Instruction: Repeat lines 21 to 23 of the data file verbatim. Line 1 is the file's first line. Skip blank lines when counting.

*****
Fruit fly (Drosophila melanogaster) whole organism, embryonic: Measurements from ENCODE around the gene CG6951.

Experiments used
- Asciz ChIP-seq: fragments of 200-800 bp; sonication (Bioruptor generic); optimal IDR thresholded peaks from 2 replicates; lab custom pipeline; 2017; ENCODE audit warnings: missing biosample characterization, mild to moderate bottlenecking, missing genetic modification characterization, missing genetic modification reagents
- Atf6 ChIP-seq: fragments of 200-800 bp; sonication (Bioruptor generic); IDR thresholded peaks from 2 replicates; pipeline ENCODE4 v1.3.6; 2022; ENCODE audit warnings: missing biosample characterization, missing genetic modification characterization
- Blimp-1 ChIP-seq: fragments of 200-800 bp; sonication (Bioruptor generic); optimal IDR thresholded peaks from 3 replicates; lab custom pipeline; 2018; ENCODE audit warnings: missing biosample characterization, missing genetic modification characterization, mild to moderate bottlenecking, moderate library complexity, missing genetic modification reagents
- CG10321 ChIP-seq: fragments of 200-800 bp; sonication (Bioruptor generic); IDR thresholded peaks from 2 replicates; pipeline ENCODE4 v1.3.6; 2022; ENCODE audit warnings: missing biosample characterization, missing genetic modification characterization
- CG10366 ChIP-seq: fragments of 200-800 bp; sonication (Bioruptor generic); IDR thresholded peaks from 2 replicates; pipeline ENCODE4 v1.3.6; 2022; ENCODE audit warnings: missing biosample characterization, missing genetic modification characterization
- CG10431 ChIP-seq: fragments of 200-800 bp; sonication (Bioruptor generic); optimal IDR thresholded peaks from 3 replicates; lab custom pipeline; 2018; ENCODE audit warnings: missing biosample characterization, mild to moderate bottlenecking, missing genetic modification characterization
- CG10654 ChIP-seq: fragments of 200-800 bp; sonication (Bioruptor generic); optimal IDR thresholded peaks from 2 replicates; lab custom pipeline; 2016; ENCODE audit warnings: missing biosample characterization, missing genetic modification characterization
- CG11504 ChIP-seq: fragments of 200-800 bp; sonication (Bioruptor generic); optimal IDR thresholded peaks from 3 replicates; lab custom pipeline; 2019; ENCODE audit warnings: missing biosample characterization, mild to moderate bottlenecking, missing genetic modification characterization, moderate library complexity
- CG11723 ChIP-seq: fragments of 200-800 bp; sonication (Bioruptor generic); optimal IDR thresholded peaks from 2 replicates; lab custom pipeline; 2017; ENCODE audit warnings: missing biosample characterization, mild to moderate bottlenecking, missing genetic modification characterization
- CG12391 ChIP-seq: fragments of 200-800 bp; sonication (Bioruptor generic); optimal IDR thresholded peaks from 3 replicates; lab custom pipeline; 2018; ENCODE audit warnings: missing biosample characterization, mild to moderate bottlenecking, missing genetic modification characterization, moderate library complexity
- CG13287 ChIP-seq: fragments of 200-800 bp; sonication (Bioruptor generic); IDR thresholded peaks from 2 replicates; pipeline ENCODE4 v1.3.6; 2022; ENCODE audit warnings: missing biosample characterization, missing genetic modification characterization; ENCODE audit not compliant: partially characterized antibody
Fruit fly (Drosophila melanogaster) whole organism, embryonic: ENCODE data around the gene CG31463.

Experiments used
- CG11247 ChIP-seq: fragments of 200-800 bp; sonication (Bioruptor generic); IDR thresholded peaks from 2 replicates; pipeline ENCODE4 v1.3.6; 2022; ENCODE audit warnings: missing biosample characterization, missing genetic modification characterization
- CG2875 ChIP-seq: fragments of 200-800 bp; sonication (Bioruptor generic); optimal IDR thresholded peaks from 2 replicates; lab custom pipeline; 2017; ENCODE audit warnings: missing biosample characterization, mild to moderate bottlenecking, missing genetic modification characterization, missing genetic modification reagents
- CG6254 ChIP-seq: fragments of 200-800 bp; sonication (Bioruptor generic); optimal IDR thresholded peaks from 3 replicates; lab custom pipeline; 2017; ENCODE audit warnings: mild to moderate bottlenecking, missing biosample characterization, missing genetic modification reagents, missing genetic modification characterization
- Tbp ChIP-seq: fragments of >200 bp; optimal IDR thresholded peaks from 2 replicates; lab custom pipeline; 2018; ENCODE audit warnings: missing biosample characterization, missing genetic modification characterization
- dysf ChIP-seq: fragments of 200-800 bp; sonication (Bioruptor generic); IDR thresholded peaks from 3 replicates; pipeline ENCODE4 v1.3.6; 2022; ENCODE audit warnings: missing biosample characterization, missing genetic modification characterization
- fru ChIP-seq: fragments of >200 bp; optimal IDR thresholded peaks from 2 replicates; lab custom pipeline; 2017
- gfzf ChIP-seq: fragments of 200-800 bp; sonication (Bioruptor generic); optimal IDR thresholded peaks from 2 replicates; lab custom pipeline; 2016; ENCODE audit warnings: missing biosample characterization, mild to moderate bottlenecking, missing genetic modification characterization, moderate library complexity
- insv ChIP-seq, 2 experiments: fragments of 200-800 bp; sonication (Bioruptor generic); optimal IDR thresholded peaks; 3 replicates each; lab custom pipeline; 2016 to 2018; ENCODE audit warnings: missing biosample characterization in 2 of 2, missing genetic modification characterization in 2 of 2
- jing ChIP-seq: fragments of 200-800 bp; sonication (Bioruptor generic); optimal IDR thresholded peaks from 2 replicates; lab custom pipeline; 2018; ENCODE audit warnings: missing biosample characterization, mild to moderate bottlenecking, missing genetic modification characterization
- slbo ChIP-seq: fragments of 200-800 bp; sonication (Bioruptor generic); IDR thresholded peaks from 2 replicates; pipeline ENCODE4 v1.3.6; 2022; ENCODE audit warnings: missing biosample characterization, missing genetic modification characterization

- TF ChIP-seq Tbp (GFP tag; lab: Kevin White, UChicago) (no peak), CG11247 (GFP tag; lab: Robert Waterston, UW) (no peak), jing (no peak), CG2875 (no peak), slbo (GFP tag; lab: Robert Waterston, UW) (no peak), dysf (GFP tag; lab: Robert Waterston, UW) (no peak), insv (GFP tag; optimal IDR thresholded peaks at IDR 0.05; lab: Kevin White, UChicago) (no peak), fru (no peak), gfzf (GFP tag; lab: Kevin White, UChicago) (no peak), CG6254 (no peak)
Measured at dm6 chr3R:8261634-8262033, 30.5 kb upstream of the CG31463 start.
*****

- fru ChIP-seq: fragments of >200 bp; optimal IDR thresholded peaks from 2 replicates; lab custom pipeline; 2017
- gfzf ChIP-seq: fragments of 200-800 bp; sonication (Bioruptor generic); optimal IDR thresholded peaks from 2 replicates; lab custom pipeline; 2016; ENCODE audit warnings: missing biosample characterization, mild to moderate bottlenecking, missing genetic modification characterization, moderate library complexity
- insv ChIP-seq, 2 experiments: fragments of 200-800 bp; sonication (Bioruptor generic); optimal IDR thresholded peaks; 3 replicates each; lab custom pipeline; 2016 to 2018; ENCODE audit warnings: missing biosample characterization in 2 of 2, missing genetic modification characterization in 2 of 2